Colocation in Hong Kong – The Springboard to China

Last month we hosted a panel event with IT Infrastructure experts talking about colocation, managed hosting, cloud services and security services on a global scale (the video stream can be found in this blog post). A lot of the conversation surrounded the new economic giant of the world, China.

When it comes to data center trends in China one thing stands out, many enterprises are using Hong Kong as an entry into the strict Chinese market. Hong Kong is being called the ‘gateway’ to China’s data center space. Chinese companies are using China’s Special Administrative Region to test the waters before moving further west and European and American companies are starting to do the reverse. In Hong Kong, companies will find less stringent internet and data privacy restrictions compared to mainland China.

According to Structured Research, Hong Kong’s colocation market generated US$616 million (HK$4.8 billion) in 2015. It is projected to grow by 15% in 2016, and is expected to reach US$1.39 billion (HK$10.8 billion) by 2020.

Data centers in Hong Kong are mainly found in five clusters:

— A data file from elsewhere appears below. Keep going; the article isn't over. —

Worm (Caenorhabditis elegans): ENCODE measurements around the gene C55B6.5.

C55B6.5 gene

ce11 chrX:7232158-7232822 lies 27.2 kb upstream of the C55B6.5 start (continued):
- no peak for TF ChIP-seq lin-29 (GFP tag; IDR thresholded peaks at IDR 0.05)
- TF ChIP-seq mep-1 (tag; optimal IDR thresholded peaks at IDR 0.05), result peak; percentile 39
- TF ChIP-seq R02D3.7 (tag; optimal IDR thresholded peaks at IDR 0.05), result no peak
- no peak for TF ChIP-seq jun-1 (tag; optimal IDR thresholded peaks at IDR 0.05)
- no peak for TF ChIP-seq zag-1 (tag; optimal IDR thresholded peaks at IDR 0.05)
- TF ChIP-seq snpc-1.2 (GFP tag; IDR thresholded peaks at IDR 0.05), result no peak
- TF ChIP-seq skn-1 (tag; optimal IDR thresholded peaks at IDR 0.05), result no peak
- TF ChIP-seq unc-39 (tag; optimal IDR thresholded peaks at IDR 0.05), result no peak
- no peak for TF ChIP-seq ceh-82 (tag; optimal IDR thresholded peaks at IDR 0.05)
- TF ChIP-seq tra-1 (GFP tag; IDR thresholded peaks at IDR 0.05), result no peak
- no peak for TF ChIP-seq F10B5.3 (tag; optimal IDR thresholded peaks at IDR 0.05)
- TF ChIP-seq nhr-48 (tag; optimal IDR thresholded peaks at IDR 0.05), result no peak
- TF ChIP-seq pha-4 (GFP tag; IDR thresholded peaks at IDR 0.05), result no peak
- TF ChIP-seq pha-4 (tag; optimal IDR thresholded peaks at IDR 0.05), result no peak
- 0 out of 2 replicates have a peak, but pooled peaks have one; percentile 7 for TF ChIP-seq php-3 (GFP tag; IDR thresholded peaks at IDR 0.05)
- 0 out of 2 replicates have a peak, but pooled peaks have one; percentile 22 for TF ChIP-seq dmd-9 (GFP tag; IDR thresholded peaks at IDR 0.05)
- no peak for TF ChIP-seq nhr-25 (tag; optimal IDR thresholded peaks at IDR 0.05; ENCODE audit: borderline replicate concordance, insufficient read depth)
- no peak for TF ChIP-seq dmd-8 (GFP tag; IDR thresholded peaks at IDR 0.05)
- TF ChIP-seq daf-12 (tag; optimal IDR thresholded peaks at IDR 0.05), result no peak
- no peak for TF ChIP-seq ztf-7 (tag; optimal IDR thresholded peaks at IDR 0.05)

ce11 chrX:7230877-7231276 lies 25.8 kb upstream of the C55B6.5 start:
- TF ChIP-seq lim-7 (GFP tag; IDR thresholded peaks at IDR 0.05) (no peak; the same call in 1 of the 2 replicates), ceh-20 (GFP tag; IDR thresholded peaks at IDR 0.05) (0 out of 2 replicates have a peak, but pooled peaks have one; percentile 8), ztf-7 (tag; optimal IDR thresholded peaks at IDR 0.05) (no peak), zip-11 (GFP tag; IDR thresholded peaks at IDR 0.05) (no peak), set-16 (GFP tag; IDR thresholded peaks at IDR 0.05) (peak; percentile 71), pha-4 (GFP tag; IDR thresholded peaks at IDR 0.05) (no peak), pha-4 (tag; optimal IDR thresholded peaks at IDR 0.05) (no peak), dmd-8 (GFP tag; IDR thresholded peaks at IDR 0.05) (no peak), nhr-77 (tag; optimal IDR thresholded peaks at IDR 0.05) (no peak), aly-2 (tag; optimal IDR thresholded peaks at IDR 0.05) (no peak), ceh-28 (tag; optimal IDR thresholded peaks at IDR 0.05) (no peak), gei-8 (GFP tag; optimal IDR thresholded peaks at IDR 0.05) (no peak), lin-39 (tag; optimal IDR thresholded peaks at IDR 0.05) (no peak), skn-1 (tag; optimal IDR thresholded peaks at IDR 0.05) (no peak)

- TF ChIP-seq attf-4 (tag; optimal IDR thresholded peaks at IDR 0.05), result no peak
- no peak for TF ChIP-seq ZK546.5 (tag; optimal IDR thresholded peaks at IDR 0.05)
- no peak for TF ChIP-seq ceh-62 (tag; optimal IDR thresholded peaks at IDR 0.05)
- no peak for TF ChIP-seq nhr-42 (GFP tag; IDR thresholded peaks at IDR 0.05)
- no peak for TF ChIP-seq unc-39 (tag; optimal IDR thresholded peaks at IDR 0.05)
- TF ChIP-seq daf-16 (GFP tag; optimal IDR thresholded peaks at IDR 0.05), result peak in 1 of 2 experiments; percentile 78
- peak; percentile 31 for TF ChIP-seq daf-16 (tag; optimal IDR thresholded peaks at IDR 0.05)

1. Tseung Kwan O Industrial Estate in Tseung Kwan O
  2. New Territories North (including Shatin, Fotan, Fanling and Taipo)
  3. Kowloon East (including San Po Kong and Kwan Tong)
  4. Kowloon West (including Tsuen Wan and Kwai Chung)
  5. Hong Kong Island

Most of the data center capacity — about one-third — is in Tseung Kwan O. As of 2015, there are about 38 data center providers with 53 unique operational data centers across its 400-plus square miles of land. The city has 1.9 million square feet of total data center space, total rack capacity of 59,000 racks, and total critical power capacity of 208MW.

The top four data center providers in Hong Kong, according to the Structured Research report, are Equinix, NTT Communications, and PCCW Solutions and iAdvantage, a subsidiary of SUNeVision. Together, these four companies contribute to two-thirds of the total market share.

Check out this article for more information on the importance of the data center market in Hong Kong and this article for a list of do’s and don’ts for starting business relationships in China.

The bottom line, there are a lot of restrictions, both with space and government policies, on building new data center space in Hong Kong but there is a lot of built out space currently available to savvy companies that are looking to do business in China.

For help with low pricing benchmarks in Hong Kong and the best data center or cloud providers to fit your specific business needs, contact one of our infrastructure experts here.

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